Feb. 20, 2008


Winning Ways

By Sean Ryan

CollegeBaseballInsider.com Co-Founder


click here for Big West coaches' survey results


He’s won a pair of College World Series titles. He’s won a pair of World Series rings. He’s won a Gold Medal. And he’s won the heart of another Gold Medal winner.


To say that Pacific head coach Ed Sprague is used to winning might be the understatement of the year.


Sprague was a part of back-to-back titles at Stanford and as a member of the Toronto Blue Jays. In between, a Gold Medal at the 1988 Summer Olympics. His wife, Kristen Babb Sprague, took home the Gold in synchronized swimming in 1992.


He’s brought his winning ways to Pacific, where he led the Tigers to their first back-to-back 30-win seasons in school history in 2005-06. After taking a step back in 2007, Sprague, entering his fifth season, is looking for a rebound in 2008. He took some time to chat with CollegeBaseballInsider.com about the rough-and-tumble Big West, Pacific’s on-campus home and all that hardware.


Four regional teams, two College World Series teams. How good was the Big West last year? The best top to bottom that you’ve seen in your five years?

I think the Big West has been very good the last few years.  I think we should have gotten at least three or four teams in every year since I have been here.  The difference last year was Riverside and Irvine being atop the conference as opposed to more household names like Long Beach and Fullerton.  I also think if you would have put Cal Poly in the mix, they would have surprised a lot of people as well.

Was it surprising at all for the conference to put two teams in Omaha?


I don’t think it was surprising to see two Big West teams in the CWS if you watch the caliber of play week in and week out.  We all know anything can happen when you get to the postseason.   Fullerton and Irvine played their best when it counted and showed the grit of playing a tough conference schedule.


The Big West and other Western conferences have clamored about being slighted come tourney time the past few years. What did the success of Irvine and Fullerton – in addition to Oregon State and UCLA – do for the Left Coast?

I think the West Coast has been slighted for a while when it comes to regional bids because of the lack of attendance as compared to the South.  When there are teams who don’t even get into their own conference tourney qualify for the NCAA tourney you have a definite bias.  You would like to think the success of Oregon State, UCLA and Irvine would help us, but I don’t see that changing anytime soon especially with the amount of dollars being spent on college baseball in the south.  Don’t get me wrong, I am happy for those teams that have the big budgets and have huge fan bases with monster attendance.  Those are great things for college baseball. It just doesn’t have a whole lot to do with who the best teams are come tournament time.  The West is in a much more competitive market when it comes to drawing fans.  There is just a lot more to do out here. Even the best teams don’t draw as compared to the south. We need to do a better job of marketing the quality of our baseball on the West Coast not only to our fan base, but also to the media markets that help shape the top teams.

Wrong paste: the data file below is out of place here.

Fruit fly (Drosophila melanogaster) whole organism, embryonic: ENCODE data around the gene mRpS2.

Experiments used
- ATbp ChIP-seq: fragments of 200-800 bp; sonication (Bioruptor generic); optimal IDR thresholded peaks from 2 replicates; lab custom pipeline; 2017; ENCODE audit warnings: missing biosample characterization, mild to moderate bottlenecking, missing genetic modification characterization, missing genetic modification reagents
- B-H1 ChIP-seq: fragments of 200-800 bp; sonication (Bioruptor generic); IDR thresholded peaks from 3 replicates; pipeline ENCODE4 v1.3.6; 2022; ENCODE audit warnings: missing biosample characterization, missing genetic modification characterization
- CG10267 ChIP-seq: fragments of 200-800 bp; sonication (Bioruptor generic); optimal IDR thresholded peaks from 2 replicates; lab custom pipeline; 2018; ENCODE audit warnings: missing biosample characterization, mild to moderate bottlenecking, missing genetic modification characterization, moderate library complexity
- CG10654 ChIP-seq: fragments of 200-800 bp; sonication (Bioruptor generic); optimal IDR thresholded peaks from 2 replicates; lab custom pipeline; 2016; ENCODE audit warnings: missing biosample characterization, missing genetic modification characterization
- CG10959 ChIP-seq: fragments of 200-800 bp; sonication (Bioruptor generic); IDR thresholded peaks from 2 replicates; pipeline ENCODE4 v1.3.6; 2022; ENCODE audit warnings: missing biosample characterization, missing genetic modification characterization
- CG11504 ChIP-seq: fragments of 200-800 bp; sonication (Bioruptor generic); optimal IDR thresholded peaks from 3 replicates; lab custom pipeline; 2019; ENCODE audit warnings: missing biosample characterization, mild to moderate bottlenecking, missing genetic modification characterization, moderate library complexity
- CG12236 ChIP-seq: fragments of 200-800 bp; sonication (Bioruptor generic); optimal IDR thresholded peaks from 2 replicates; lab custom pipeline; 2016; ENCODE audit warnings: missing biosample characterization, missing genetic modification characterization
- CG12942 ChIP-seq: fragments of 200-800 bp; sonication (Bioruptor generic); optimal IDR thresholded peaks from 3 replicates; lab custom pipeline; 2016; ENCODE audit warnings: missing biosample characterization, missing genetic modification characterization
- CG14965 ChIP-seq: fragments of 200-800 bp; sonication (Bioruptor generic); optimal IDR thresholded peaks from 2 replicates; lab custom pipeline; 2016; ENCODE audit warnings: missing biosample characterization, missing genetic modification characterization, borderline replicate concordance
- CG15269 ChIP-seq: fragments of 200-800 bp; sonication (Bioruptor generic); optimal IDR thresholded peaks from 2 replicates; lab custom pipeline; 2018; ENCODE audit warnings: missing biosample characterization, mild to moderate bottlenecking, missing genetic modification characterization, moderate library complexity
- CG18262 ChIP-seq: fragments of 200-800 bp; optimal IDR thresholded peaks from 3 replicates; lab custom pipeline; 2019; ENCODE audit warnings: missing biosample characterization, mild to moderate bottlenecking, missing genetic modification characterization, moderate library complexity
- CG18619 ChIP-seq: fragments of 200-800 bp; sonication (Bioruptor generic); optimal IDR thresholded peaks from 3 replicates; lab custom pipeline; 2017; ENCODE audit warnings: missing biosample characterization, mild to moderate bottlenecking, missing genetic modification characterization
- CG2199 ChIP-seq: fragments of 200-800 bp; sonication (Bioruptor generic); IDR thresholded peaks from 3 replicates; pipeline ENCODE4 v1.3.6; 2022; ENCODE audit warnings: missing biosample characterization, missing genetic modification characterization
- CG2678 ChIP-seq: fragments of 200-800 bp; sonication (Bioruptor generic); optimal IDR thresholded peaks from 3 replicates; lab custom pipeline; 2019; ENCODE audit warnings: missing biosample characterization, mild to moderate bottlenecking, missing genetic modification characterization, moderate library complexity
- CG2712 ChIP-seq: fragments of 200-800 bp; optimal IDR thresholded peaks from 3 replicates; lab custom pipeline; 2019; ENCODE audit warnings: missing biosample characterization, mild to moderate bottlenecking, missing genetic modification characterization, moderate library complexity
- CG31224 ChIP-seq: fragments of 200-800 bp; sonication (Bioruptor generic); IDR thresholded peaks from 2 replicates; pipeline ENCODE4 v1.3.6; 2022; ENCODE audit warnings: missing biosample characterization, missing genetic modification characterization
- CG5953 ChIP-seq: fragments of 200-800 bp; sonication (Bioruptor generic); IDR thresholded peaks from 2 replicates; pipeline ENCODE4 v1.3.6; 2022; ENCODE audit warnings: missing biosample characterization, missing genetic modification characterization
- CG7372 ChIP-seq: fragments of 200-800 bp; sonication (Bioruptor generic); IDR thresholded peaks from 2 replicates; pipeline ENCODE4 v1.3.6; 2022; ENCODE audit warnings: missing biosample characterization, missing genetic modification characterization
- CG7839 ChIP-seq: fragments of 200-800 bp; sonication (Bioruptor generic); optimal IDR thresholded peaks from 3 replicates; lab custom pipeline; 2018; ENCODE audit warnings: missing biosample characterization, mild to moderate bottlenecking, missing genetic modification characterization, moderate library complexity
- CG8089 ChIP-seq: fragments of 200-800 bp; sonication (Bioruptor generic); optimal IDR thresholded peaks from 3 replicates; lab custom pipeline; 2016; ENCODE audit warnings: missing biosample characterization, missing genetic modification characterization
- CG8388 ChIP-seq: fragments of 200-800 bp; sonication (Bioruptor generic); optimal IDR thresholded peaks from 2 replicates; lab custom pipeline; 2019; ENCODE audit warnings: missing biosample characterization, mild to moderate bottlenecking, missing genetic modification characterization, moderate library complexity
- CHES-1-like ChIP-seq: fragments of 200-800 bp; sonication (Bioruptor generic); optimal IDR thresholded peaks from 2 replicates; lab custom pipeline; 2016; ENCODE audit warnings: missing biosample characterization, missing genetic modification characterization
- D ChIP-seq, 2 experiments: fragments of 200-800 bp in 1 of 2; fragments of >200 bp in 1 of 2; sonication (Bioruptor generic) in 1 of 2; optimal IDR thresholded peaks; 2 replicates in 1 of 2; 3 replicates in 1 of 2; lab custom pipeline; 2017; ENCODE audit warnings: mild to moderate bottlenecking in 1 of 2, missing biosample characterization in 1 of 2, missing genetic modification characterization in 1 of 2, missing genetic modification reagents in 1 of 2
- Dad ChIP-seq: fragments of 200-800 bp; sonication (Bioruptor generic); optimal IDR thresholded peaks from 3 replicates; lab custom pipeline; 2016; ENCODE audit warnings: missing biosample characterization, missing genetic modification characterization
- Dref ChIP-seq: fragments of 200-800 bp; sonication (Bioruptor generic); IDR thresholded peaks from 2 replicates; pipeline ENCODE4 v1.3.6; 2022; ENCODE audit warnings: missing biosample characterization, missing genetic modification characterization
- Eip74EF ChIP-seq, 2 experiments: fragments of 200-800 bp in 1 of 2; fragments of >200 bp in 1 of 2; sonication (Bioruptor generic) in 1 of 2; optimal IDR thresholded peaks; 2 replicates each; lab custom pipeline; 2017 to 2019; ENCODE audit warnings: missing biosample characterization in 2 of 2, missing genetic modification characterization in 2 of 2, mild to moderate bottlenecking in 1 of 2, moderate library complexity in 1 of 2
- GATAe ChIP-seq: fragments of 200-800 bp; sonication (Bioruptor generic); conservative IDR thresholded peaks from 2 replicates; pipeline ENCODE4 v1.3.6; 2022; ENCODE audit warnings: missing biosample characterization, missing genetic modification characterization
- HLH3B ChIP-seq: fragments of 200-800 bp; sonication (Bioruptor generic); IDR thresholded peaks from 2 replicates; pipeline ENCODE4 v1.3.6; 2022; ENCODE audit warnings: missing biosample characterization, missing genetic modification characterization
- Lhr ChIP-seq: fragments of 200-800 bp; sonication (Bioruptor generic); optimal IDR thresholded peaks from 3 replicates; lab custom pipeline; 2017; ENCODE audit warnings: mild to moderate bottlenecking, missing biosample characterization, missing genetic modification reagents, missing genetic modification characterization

It doesn’t appear to get any easier in the Big West this year. Can you handicap the race or pick a couple of favorites?

Every year, the Big West seems to get tougher.  I think Long Beach and Fullerton will always be in the mix.  Riverside and Irvine have proven they can get it done as well.  Each year, it seems the quality goes one or two teams deeper.  I know anybody can beat anybody on any given weekend, and I think all the teams in the league have the ability to compete for the title if they get on a roll.  The biggest difference comes down to your depth and having the ability to overcome injuries or setbacks to your key guys.  Every team is going to have to deal with a little adversity, and it becomes a matter if those guys coming off the bench can get the job done.


In addition to the tough conference, you have teams like Houston, Minnesota, Stanford, Cal and Washington – before finishing with three games at Oregon State – on the nonconference docket. Your players must either think you’re crazy or are pumped. Or maybe both?

We are committed to playing the best nonconference schedule we can. For one, that is what our players want and two, I think it is the best way to get ready for our conference schedule.  We may take some lumps, but I think to learn to play championship baseball you have to play the best.

What has Oregon State’s success the past few years meant to a program like yours?